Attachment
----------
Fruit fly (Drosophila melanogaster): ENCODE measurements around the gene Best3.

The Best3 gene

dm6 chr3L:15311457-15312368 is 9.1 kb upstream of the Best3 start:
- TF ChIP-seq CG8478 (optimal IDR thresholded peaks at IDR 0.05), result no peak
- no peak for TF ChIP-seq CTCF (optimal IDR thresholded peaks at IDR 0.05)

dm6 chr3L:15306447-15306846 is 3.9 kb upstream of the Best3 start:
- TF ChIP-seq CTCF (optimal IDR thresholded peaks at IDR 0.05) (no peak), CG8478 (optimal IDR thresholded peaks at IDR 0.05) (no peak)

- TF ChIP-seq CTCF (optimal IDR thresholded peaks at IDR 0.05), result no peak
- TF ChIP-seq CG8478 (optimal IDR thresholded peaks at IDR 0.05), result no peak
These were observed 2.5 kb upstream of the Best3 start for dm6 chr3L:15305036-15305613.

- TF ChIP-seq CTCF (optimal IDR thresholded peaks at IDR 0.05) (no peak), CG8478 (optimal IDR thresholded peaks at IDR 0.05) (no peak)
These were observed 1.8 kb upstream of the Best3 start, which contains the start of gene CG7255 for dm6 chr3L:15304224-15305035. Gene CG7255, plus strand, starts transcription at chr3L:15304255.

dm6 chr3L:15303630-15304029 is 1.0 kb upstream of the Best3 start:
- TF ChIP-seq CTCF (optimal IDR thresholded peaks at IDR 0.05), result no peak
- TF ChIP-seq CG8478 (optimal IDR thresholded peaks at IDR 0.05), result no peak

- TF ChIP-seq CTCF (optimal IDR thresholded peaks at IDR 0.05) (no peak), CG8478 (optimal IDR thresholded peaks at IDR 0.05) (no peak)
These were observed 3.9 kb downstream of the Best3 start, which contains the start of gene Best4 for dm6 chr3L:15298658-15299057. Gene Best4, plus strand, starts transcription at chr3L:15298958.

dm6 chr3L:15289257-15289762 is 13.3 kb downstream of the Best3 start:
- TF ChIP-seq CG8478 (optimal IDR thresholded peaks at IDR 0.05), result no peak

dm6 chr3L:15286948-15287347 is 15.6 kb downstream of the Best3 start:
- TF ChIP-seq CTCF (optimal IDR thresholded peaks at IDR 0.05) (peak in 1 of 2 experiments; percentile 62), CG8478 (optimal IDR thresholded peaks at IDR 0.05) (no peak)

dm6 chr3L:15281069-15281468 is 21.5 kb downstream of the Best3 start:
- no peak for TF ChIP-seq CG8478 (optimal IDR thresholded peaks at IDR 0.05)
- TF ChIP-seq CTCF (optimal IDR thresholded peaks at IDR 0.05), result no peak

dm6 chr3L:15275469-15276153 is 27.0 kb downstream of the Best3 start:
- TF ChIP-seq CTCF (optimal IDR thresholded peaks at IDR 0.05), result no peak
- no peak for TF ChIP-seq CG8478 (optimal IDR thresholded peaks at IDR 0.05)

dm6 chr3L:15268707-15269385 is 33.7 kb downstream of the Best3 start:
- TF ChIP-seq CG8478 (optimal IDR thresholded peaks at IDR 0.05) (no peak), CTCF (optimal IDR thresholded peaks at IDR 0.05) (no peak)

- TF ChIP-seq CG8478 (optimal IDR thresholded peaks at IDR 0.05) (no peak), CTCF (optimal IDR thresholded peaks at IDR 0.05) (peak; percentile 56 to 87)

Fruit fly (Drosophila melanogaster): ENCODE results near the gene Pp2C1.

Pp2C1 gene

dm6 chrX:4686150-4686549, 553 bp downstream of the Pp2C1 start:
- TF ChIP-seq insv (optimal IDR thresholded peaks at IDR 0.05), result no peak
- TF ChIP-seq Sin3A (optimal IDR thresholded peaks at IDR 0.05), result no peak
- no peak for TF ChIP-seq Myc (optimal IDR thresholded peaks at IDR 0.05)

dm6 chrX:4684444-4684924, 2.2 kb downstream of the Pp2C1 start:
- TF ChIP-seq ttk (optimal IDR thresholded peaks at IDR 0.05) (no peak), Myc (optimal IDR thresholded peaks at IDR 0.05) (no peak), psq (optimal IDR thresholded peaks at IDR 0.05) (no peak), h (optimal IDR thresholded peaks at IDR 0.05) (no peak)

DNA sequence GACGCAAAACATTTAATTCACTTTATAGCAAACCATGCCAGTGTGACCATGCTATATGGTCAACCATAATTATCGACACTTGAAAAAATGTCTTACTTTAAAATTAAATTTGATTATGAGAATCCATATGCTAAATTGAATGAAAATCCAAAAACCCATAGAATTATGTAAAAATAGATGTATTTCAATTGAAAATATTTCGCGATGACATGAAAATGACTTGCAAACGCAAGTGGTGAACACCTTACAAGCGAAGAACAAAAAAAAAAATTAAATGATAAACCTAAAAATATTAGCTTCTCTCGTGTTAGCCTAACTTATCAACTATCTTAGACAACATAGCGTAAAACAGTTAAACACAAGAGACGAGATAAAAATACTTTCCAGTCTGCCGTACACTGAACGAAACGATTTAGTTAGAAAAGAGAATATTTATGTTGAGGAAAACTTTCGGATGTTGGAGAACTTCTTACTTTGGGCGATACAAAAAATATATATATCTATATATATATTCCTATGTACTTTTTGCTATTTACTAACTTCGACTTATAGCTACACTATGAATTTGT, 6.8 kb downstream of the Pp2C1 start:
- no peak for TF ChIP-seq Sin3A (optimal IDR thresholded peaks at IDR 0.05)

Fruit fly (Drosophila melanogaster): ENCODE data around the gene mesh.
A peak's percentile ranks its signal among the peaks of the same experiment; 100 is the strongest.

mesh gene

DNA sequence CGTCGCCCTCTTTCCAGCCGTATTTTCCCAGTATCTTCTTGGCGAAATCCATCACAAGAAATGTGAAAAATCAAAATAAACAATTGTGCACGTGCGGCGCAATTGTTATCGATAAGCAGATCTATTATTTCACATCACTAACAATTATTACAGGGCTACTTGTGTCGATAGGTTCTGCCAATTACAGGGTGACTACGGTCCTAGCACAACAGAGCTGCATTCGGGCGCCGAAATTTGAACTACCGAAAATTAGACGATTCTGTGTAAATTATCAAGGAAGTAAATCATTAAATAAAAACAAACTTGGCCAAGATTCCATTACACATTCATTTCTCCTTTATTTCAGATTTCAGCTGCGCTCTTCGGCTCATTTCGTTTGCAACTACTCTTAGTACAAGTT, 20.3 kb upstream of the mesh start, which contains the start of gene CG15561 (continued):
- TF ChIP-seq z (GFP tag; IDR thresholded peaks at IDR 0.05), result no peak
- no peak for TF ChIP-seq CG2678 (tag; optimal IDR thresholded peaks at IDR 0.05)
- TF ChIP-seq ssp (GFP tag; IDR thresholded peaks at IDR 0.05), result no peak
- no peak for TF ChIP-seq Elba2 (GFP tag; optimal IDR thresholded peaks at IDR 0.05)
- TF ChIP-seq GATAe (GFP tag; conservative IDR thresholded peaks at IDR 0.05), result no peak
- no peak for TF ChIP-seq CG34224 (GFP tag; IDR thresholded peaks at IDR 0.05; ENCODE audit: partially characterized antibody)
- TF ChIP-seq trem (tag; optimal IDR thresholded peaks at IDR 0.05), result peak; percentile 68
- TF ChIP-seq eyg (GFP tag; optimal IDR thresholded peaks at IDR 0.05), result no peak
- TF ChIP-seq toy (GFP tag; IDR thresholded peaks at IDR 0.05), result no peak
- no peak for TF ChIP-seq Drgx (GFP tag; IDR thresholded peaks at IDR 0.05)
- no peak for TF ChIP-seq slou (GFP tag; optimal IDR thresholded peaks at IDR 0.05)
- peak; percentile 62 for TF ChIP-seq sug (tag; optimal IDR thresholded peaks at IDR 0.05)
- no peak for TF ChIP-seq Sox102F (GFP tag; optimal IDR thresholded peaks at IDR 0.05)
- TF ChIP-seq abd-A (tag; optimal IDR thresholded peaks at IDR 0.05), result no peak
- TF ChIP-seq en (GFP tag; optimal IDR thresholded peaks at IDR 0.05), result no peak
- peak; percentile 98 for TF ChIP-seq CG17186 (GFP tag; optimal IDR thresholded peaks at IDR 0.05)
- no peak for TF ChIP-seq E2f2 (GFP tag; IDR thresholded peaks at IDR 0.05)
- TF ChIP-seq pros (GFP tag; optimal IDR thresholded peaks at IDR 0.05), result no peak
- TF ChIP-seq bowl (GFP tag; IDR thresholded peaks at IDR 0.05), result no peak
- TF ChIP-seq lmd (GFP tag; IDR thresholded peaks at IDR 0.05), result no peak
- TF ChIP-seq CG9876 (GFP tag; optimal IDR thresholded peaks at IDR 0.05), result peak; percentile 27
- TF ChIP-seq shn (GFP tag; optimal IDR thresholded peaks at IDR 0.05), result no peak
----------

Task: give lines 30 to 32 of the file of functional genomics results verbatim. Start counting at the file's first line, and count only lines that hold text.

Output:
- TF ChIP-seq CG8478 (optimal IDR thresholded peaks at IDR 0.05) (no peak), CTCF (optimal IDR thresholded peaks at IDR 0.05) (peak; percentile 56 to 87)

Fruit fly (Drosophila melanogaster): ENCODE results near the gene Pp2C1.

Pp2C1 gene